Incredible rise in tiger numbers in Nepal
You know that tigers are nearing extinction. But did you know we’re helping them fight back?
A deadly combination of infatuation with the tiger and innate human selfishness has led the species to the edge of extinction. Stunningly, that same infatuation has mixed with our capacity to right our wrongs, and evidence of this turn around is nowhere clearer perhaps than Nepal.
Today, fewer than 3,900 tigers remain in the wild. Poaching is the greatest threat to the species and Nepal, flanked by China and India, is a dangerous thoroughfare for the illegal wildlife trade.
Habitat loss for human developments, including oil palm monocultures in many Southeast Asian countries, and human-tiger conflict are also devastating tiger numbers today.
So what’s the good news?
In September, the Nepalese government announced a remarkable increase in the country’s tiger population: 19% growth. This comes off the back of a camera trap study, showing numbers boomed from 198 to 235 estimated individuals in four years.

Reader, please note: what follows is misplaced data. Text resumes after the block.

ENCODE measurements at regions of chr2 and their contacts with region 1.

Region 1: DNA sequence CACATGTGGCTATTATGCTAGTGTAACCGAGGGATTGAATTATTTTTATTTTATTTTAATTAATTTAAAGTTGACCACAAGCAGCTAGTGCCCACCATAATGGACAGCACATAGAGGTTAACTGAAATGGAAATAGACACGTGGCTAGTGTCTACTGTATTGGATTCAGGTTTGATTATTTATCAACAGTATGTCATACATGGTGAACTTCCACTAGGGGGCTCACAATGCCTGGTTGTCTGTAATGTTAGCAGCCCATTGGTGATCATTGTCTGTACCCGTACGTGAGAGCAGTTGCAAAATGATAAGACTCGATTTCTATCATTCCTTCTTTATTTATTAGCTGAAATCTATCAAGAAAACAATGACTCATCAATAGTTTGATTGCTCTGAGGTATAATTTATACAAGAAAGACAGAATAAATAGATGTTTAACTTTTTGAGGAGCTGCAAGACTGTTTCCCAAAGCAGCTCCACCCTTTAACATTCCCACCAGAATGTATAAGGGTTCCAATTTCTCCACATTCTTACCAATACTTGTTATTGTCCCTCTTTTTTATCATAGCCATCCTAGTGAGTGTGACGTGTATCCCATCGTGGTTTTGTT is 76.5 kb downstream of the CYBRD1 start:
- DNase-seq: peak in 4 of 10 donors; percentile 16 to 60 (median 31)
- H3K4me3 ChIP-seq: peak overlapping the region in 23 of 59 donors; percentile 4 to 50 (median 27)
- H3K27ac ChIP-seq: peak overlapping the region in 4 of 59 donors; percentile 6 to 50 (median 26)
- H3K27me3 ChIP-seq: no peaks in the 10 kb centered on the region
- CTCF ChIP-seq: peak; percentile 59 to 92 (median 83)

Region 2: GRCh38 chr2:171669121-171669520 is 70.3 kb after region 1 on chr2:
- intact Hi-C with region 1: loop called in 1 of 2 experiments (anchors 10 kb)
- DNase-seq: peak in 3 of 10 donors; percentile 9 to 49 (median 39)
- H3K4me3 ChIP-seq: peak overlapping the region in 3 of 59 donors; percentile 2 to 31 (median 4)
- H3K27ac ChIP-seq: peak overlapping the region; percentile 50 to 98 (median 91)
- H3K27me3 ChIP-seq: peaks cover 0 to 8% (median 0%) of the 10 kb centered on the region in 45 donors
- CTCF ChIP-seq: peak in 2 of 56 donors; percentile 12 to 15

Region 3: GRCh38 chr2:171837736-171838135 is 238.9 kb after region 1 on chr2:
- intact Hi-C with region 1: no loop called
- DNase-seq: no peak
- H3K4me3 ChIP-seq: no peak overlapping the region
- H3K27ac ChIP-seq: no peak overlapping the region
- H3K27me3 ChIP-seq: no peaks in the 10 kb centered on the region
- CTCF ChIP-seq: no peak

How’d they do it?
Nepal’s Department of National Parks and Wildlife Conservation (DNPWC), the National Trust for Nature Conservation (NTNC), Panthera, the global wild cat conservation organization, ZSL (Zoological Society of London) and WWF conducted two extensive tiger population surveys from 2013-14 and 2017-18 in five National Parks across the lowlands of Nepal to acquire the estimates.
After an outstanding rebound of tiger numbers in Nepal’s Parsa National Park in 2016, the latest increase of the nation’s overall tiger population estimate is further proof that the Nepalese government has effectively mastered a recipe for tiger conservation success.